Bergman-Schneider, Inc. continued. “A Japanese corporation. A fine, well-organized business with a small debt load and incredible prospects. But… not Jewish. I’ll be honest with you, rabbi. We were so caught up in our incredible synergy, our international market share, and our off shore tax breaks. Ugh. You probably hear this all the time.”
“It’s okay,” I said, gesturing gently to the box of tissues as Bergman-Schneider, Inc.’s eyes started to well up a bit.
“Things were great for the first couple years, and the seed was planted for the upcoming birth, but then… there was the economic downturn, and now our merger has dissolved. Now Hiromichi Corp. has lawyered up and is going for joint ownership of our offshoot corporation – my baby! I can’t just let Hiromichi Corp. indoctrinate the new business entity! Japanese corporate culture is so pervasive – even if I am one of the parent companies, I don’t see how my Jewish traditions stand a chance. Please don’t judge me, rabbi.”
“You know, intermarriage is not exactly a new phenomenon,” I said. “I’m not here to judge you.”
I could tell that I had found my pastoral counseling groove. Bergman-Schneider, Inc. needed help, and I was here to listen, and, however I could, to be a vessel of God’s love for Bergman-Schneider, Inc.
As I continued to listen, I felt profound gratitude for the Citizens United decision that finally recognized the humanity of the person sitting across from me. I thought about the indignity these corporations had endured during centuries of not being treated like people in this country. I pictured the faces of those 5 brave Supreme Court justices whose courage changed that forever. I felt proud that, now, in America, we honor the full personhood of everyone – no matter their race, religion, sexual orientation, or trading price on the NASDAQ.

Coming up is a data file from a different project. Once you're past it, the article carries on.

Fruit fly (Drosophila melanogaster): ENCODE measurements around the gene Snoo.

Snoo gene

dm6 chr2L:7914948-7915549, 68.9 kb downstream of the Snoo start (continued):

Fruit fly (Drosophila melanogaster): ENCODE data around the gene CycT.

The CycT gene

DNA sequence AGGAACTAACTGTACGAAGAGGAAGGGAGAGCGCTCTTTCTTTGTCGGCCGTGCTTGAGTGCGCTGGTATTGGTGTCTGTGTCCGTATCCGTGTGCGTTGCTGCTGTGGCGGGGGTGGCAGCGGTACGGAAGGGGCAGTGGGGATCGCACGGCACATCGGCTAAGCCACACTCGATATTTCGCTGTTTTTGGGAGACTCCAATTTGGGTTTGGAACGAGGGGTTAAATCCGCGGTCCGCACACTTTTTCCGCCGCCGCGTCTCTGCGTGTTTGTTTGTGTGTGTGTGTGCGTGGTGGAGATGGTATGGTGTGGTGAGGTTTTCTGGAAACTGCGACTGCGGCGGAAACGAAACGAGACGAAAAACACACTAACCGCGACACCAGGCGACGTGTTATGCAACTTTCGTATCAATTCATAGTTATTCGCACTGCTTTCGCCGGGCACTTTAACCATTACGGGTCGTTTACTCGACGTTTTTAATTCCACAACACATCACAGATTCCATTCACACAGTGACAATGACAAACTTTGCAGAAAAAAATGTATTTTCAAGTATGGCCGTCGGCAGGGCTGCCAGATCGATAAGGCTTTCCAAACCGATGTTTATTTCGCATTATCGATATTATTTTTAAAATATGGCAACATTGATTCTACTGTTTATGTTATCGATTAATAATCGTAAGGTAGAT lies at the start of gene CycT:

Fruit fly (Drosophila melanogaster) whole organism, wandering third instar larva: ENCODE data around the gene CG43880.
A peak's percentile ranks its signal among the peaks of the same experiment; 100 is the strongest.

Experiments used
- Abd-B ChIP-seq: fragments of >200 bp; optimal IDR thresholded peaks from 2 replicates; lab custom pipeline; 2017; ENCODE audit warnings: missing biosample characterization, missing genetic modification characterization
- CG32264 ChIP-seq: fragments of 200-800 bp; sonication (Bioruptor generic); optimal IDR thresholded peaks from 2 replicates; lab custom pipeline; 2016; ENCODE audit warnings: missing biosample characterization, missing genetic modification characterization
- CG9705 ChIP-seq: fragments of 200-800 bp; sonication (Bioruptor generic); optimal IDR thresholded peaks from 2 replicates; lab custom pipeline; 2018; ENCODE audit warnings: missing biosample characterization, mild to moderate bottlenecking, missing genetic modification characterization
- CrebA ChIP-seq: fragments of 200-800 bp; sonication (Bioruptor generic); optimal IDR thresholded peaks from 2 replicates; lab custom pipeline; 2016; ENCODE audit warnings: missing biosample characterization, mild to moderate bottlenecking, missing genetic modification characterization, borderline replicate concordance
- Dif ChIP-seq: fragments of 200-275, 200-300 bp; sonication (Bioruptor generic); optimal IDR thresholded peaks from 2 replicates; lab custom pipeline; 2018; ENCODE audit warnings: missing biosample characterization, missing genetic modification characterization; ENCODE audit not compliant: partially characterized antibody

As Bergman-Schneider, Inc. shed some long pent up tears, I felt a pang of guilt, as I asked myself whether I had done enough to bring about this landmark civil rights advance. Had I preached on the truth of corporate personhood enough, or given enough to those amazing young day traders who took to the streets of the Financial District against cops and tear gas to win this long overdue social change?
I almost lost my focus in the midst of my self-doubt, but I shook myself out of it, remembering that I needed to focus on the person in front of me: BSCRP, who was off 3/8 that day but still trading above analysts’ expectations and, from what I could see, determined to fight hard for that little corporation growing within.
Of course, there were no easy answers. The offshoot corporation may or may not end up identifying Jewishly. I knew it and so did Bergman-Schneider, Inc. There would be complex questions in the future. How would the two parent corporations handle bar/bat mitzvah? (Even Rabbi Snudelman wasn’t sure how to handle the circumcision question in these cases.)
“You know, rabbi,” Bergman-Schneider, Inc. said with a little smile. “I think I didn’t just come here for the sake of the little corporation growing within. I think I came here for myself too. I’m out of touch with my Judaism. Maybe it’s time for me to restructure my org chart.”
“You’re always welcome. Shabbos services are Fridays at 7:00,” I said.
“You just might see me there, rabbi.”
Snudelman would have been proud.